Femoroacetabular Impingement (FAI)
Femoroacetabular impingement also called as FAI occurs due to the structural abnormalities in the bones that form the hip joint. The ends of the two bones that form the hip joint have abnormal shape due to which the bones tend to move against each other creating unnecessary friction and damage to the joint and thereby pain in that area.
What does a hip joint look like normally?
A hip joint is basically a ball-and-socket joint. The femur or the thigh bone has a portion named femoral head that forms the ball and the socket is acetabulum, a portion of the pelvic bone. The two surfaces of ball and socket are covered with articular cartilage that allows the movement of the bones with very little friction. The bony ends smoothly glide during movements. Labrum is a type of fibrous cartilage that surrounds the joint for better stability of the hip joint.
What happens in a person with FAI?
When a person is suffering from FAI, his femoral head or sites on the acetabulum grow projections. Due to the abnormal growth the bone ends tend to strike against each other while hip movements. Normally the bone ends move smoothly against each other but bony outgrowths make movements difficult and painful. There comes a time when repeated rough movements lead to the labrum tears and damage to the articular cartilage.
What are the types of FAI?
FAI can be of three types generally-
Pincer FAI- This is when the acetabulum is defective because of an extra growth of acetabular bone beyond the normal edge. Such a growth can prove to be extremely injurious to the labrum and can lead to a crushing injury.
Cam FAI- The CAM type of FAI is due to the defect in the shape of the femoral head. Instead of being round, the shape of the femoral head becomes distorted due to bony growth. This restricts the normal rotation of the femoral head within the acetabulum and hence the hip movements become tough and painful. In due course of time, the cartilage starts wearing away due to chronic rubbing.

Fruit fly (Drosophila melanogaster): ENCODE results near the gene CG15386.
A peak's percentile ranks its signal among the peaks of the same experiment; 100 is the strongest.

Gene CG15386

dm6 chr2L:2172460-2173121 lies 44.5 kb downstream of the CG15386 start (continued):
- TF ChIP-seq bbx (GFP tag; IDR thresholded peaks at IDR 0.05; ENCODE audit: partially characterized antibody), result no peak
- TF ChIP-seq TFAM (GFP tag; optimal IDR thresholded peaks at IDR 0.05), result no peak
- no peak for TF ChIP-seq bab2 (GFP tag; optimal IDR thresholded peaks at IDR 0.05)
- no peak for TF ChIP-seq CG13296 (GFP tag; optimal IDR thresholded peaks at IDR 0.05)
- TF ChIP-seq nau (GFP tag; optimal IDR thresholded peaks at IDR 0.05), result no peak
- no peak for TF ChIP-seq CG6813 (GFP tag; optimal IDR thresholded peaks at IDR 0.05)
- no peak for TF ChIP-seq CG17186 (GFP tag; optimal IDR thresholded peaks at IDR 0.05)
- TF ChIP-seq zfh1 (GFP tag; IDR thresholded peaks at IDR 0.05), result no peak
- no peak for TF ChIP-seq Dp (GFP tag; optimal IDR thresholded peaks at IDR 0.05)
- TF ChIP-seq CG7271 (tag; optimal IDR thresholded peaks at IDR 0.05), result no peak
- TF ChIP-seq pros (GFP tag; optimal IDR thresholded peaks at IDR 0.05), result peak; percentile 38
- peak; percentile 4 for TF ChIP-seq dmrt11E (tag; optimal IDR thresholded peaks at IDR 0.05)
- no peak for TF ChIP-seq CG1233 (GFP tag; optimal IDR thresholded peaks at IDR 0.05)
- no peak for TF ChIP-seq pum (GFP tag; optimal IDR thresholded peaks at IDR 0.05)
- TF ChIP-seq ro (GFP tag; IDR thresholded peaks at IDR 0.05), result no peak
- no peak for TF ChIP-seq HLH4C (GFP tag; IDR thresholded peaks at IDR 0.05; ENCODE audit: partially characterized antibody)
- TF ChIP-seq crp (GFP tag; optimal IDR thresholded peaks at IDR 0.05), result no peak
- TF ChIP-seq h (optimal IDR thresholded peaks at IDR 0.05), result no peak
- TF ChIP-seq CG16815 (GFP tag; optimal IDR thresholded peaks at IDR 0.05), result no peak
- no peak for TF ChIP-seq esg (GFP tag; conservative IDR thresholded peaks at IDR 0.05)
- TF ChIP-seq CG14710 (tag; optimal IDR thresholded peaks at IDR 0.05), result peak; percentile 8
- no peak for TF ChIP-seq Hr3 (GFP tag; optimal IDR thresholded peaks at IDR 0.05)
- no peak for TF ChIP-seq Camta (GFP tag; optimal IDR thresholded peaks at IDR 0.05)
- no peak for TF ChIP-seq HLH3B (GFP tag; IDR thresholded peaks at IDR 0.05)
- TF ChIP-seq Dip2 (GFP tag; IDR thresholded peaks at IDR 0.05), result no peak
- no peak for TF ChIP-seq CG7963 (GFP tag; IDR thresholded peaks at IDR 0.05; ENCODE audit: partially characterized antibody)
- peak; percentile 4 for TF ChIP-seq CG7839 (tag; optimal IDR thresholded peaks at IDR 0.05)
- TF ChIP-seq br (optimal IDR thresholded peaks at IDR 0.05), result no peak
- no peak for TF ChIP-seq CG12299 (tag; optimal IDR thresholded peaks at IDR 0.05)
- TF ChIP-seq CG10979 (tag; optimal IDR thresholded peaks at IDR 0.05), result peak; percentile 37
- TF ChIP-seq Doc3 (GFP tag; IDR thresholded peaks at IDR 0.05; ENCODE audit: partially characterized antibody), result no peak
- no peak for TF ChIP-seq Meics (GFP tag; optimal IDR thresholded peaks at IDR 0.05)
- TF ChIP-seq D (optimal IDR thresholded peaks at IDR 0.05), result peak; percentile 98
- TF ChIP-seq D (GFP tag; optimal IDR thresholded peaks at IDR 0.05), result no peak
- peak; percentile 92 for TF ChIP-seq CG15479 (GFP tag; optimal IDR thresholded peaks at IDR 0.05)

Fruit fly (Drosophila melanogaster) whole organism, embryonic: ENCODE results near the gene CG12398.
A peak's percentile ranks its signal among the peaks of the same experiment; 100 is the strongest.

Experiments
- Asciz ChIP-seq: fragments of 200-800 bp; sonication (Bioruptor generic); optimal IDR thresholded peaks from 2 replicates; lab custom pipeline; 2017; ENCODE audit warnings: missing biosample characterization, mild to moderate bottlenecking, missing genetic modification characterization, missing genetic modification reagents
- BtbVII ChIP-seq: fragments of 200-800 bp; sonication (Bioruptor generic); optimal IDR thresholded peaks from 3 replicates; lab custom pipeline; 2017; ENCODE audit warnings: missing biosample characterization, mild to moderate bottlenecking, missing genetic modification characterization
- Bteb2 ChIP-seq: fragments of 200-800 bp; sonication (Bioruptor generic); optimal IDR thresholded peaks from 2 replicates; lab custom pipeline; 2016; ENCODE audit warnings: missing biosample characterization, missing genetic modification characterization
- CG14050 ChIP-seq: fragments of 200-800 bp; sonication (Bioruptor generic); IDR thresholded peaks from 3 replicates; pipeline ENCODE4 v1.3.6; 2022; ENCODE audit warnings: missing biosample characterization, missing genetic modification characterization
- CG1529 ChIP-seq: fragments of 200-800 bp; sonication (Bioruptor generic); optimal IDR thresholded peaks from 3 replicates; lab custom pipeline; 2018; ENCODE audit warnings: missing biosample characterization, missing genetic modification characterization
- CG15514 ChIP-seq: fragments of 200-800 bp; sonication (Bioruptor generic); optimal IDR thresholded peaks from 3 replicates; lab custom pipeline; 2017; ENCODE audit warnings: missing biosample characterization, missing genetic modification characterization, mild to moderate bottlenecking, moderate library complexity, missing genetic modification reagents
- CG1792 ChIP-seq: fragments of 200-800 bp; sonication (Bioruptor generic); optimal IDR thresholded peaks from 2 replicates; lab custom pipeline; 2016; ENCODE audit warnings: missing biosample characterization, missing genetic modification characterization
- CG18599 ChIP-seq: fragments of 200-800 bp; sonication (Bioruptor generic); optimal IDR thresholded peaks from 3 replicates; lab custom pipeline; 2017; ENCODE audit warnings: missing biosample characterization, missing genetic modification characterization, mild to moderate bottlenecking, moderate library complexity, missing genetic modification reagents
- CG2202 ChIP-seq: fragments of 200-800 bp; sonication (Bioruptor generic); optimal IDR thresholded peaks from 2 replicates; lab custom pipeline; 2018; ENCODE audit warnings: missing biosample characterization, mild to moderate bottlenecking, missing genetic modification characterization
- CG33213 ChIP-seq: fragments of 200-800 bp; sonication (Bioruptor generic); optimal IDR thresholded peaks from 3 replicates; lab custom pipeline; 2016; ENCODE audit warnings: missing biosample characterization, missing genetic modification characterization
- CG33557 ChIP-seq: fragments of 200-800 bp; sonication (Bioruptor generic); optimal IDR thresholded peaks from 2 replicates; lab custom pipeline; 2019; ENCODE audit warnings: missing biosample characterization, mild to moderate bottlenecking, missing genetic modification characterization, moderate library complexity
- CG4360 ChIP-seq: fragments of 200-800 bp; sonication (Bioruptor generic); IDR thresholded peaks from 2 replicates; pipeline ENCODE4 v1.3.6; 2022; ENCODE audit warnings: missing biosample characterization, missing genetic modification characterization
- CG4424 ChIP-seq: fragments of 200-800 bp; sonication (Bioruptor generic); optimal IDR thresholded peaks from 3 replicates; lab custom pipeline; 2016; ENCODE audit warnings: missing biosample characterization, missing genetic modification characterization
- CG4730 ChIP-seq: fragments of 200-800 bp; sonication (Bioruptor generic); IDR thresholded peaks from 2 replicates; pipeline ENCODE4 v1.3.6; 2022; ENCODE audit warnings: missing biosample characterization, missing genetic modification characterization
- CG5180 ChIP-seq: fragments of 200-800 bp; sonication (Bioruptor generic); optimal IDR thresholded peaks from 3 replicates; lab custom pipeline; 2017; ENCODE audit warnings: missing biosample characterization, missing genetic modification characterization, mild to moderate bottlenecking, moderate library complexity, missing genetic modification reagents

Combined FAI- This type of FAI has the combination of both Pincer and CAM type. It simply means that both the femoral head and the acetabular rim have bony overgrowths. The degree of movement difficulty increases with increased complexity.
It is tough to realize whether one has this problem until the symptoms appear. The best part is that some people live their lives undisturbed and actively along with FAI and never counter any trouble like limited movements. Those who develop symptoms have already undergone harm to their labrum or articular cartilage. In such cases, people come up with the complaints of hip joint pain, inability to walk straight and experiencing a rigidity that restricts their free hip movements. The symptoms of FAI show a variation from one individual to another. Some have reported to have a mild ache all throughout. Others have severe pain in the groin region mostly specially while squatting.
If you suffer from hip pain or low back pain that has not improved despite various measures, contact our renowned and talented sports medicine specialists at Orthopedic Surgery San Diego to undergo an evaluation.